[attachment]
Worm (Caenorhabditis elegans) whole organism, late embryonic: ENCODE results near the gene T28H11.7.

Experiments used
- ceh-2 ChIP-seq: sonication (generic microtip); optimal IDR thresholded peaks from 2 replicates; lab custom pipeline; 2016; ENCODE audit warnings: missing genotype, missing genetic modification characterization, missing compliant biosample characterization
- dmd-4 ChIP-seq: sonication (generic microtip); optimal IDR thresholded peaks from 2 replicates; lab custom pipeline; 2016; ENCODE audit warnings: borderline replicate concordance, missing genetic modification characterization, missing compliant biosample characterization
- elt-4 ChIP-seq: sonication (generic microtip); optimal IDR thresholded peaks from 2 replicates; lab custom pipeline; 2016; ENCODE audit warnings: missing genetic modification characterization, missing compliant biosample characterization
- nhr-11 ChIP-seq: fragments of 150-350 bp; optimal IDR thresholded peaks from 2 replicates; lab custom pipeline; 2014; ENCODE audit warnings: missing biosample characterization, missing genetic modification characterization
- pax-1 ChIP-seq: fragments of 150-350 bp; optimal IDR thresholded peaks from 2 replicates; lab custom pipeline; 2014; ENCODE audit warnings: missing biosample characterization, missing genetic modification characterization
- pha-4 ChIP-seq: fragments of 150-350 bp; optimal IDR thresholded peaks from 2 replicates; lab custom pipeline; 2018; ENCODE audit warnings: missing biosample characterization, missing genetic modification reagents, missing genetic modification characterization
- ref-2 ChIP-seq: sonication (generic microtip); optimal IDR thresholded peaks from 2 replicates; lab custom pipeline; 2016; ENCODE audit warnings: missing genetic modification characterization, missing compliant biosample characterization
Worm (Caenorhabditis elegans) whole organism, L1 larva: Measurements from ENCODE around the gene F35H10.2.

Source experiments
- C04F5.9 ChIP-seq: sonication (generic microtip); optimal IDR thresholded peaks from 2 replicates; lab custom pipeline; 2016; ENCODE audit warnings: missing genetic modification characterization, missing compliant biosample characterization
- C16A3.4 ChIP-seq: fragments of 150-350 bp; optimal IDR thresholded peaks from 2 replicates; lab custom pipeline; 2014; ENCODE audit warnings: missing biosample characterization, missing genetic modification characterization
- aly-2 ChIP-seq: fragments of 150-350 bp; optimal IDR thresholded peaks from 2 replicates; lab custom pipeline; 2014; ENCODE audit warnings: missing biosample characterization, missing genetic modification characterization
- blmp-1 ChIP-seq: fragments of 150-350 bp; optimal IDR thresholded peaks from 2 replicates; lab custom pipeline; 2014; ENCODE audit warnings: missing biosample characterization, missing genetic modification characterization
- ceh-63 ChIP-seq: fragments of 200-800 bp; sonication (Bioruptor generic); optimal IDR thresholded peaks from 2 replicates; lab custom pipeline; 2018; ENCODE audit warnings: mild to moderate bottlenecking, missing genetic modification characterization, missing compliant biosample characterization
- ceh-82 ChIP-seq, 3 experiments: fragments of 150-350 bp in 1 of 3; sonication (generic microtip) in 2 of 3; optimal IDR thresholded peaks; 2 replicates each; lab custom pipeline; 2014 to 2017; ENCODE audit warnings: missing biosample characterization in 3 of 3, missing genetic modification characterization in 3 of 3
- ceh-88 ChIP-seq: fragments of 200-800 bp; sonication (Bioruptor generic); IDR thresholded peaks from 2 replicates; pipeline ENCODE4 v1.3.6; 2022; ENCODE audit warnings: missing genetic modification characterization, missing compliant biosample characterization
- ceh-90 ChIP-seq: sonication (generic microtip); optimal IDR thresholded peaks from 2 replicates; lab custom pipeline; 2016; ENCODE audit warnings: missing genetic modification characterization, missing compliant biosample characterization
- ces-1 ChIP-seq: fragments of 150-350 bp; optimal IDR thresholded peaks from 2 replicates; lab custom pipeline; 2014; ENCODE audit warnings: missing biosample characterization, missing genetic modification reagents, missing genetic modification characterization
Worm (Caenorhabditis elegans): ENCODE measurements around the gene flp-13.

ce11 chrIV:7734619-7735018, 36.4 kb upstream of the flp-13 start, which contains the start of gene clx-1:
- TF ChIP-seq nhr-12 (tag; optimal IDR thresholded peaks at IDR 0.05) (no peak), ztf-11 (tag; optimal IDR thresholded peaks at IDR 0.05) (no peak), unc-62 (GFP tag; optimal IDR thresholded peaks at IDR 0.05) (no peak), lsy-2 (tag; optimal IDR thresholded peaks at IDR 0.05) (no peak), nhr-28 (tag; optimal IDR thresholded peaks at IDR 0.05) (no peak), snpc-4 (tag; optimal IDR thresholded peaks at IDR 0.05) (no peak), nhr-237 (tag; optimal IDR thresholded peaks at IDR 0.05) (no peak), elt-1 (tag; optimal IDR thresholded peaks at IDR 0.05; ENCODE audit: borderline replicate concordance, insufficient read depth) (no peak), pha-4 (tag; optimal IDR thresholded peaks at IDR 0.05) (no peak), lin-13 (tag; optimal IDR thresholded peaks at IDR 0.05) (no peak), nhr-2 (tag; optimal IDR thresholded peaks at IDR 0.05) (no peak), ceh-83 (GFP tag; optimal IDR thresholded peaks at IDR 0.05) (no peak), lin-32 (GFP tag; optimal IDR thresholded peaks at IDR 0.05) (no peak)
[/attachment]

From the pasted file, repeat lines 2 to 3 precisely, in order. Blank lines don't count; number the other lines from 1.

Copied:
Experiments used
- ceh-2 ChIP-seq: sonication (generic microtip); optimal IDR thresholded peaks from 2 replicates; lab custom pipeline; 2016; ENCODE audit warnings: missing genotype, missing genetic modification characterization, missing compliant biosample characterization